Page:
NHS worker injured by aggressive patient under police supervision loses personal injury case against Police Scotland

NHS worker injured by aggressive patient under police supervision loses personal injury case against Police Scotland

An NHS clinical support worker at Edinburgh Royal Infirmary who was injured by a patient brought in by the police has lost a personal injury case against the Chief Constable of the Police Service of Scotland.

Beverly Gilchrist, aged 57, argued that her injuries were the responsibility in law of the two police officers who were present with the patient and thus the defender was vicariously liable. She sought the sum of £91,006 in damages for psychiatric injury and services.

The case was heard by Sheriff Kenneth Campbell KC in the All-Scotland Sheriff Personal Injury Court. A Crawford, advocate, appeared for the pursuer and Hastie, advocate, for the defender.

Invitation to assist

On 3 August 2019, the pursuer was working in the Emergency Department of the hospital when a patient, JH, was brought in by ambulance accompanied by two police officers, PC Grant, who was no longer a police officer, and PC Downie. JH, who was under the influence of substances believed to be alcohol and cocaine, was handcuffed throughout his time at hospital and his behaviour was unpredictable and aggressive.

At around 7pm that evening, JH began flailing around and trying to get off a hospital trolley. PC Grant decided to use the fast-strap leg restraints he was carrying to restrain JH and asked for assistance. The pursuer maintained she had been asked to assist, but PC Grant testified that he had applied the straps. While the straps were being applied to JH’s legs he kicked out and struck the pursuer on the left hand and abdomen. She suffered a soft tissue injury to her hand which resolved by late October 2019.

Following the incident, the pursuer developed symptoms of post-traumatic stress disorder and became anxious about leaving home alone. While she was initially able to return to work, she transferred from the Emergency Department to the Minor Injuries Clinic after witnessing an episode involving a disruptive and aggressive patient and feeling unable to continue working there.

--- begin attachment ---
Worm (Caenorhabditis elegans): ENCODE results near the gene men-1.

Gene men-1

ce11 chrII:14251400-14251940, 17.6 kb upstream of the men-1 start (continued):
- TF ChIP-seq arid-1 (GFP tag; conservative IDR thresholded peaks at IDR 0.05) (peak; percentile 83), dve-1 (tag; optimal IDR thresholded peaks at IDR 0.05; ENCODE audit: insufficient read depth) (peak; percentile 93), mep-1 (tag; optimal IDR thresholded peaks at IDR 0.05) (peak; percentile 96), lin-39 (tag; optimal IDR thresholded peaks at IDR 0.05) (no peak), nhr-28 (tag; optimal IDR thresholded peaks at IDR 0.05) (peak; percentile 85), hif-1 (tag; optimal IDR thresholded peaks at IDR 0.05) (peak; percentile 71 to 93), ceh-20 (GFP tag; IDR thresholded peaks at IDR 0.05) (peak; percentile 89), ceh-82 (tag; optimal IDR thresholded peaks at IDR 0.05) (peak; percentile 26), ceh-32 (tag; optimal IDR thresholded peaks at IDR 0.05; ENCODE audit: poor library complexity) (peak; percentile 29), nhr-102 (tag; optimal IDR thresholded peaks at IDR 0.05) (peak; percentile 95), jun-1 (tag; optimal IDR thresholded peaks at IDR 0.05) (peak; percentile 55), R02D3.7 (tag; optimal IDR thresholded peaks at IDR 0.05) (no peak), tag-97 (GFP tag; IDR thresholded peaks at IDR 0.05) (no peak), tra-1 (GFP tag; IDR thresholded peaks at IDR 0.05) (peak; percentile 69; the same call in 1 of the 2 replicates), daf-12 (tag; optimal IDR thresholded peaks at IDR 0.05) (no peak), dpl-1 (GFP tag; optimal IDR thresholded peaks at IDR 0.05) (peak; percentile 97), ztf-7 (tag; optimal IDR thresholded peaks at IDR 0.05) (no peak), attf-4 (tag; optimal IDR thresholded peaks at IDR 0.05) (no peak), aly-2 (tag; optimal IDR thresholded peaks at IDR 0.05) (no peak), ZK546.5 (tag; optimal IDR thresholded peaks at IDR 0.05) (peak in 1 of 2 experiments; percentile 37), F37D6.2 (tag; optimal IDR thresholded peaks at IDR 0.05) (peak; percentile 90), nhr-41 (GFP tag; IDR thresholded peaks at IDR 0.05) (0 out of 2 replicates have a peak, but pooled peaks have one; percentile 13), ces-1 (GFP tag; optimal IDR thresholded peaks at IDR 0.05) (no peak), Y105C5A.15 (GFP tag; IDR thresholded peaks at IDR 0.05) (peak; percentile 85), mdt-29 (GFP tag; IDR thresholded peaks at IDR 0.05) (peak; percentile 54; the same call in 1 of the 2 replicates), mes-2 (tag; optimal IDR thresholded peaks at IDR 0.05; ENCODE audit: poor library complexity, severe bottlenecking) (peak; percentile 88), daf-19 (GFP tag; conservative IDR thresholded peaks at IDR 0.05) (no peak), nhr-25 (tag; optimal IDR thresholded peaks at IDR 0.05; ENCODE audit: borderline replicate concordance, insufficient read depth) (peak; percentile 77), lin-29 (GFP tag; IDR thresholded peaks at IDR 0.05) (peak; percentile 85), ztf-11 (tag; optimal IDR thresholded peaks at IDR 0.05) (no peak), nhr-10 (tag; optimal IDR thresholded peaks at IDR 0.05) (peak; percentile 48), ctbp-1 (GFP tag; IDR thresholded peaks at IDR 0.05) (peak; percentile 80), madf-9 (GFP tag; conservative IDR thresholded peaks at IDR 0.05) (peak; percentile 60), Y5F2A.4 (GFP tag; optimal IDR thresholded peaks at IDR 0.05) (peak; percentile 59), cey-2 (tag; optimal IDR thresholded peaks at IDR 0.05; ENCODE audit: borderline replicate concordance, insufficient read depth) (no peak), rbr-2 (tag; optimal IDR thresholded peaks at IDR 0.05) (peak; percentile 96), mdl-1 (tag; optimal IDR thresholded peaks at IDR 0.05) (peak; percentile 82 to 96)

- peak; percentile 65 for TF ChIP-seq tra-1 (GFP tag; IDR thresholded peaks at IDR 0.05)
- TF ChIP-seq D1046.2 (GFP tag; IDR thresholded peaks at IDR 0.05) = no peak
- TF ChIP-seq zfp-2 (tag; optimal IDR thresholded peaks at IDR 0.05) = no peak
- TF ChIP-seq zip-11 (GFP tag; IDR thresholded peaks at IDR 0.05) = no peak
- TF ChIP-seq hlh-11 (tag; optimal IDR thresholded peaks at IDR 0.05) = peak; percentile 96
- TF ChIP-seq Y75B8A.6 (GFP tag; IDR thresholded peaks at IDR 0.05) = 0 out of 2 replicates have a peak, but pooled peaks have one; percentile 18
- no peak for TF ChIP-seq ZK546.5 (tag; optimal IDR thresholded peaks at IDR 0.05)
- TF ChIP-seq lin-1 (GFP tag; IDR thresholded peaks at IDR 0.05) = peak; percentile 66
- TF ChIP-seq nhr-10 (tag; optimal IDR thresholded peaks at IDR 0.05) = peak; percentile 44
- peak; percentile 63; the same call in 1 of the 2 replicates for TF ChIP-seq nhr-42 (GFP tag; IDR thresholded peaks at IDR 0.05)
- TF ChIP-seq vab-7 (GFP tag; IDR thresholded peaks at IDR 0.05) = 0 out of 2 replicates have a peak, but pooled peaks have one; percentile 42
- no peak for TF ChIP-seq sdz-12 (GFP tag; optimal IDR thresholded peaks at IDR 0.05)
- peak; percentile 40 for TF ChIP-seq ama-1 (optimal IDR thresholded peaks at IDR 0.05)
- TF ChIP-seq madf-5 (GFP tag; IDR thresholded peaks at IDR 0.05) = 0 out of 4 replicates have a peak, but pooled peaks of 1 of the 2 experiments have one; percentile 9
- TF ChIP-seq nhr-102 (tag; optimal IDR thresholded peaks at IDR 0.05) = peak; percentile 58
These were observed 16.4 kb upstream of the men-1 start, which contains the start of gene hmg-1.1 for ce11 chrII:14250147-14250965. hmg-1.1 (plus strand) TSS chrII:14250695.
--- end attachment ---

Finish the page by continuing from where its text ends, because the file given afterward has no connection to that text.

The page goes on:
It was submitted for the pursuer that the decision to ask the pursuer to participate in the restraint of a violent patient was a positive act by the police officers and consequently was negligent. It was reasonably foreseeable that asking a then-54-year-old female clinical support worker with no training in the application of leg restraints to apply leg restraints to a male patient whose behaviour had been increasingly aggressive, threatening, and violent over an extended period might result in injury.

For the defender it was submitted that the evidence of Mr Grant should be preferred over the pursuer’s account as being more consistent with the evidence of other witnesses as well as a Datix entry made by the pursuer on the day. Further, on the pursuer’s analysis it was not the invitation to assist which made the situation more dangerous but rather her acceptance of that invitation.

Nothing about being involved

In his decision, Sheriff Campbell said of the evidence: “It is common ground that the pursuer suffered an injury, but the circumstances as narrated in evidence by the pursuer on the one hand and the police officers on the other, differed in a number of important ways. Having considered the evidence and submissions, I have come to the conclusion that the defender’s version of events, as contained in the evidence of PC Downie and Mr Grant (PC Grant as he then was), is to be preferred.”

Explaining his reasoning, he said: “Mr Grant was clear both in examination in chief and cross examination, that while he did ask for assistance in getting the fast-strap restraints out of his belt pouch, he would not, and did not, ask one of the NHS staff to put them on to JH. Both PC Downie and Mr Grant’s oral evidence was consistent with the record of events in PC Grant’s police notebook entry which was made within an hour of the events taking place.”

He went on to say: “On the other hand, the pursuer’s account of events in the history given to the various medical expert witnesses has varied in some important respects from her oral evidence in court. Perhaps most significantly, she said nothing about being involved in restraining JH, as opposed to being kicked by him, or about how her left hand injury was associated with the kick from JH. The pursuer had no satisfactory explanation for that in her oral evidence.”

On causation, Sheriff Campbell concluded: “While I accept that the pursuer was struck by JH when he kicked out while being restrained, I do not accept that injury happened because she was applying the restraint straps to JH’s legs. I do not accept the pursuer’s evidence that she was doing so. Nor do I accept that she was instructed, or even merely invited, to apply the straps to JH by the defender’s officers. In terms of legal duty, therefore, I hold that the pursuer was injured in the course of her employment by the acts of JH.”

The sheriff therefore assoilzied the defender, having found causation not to be established.

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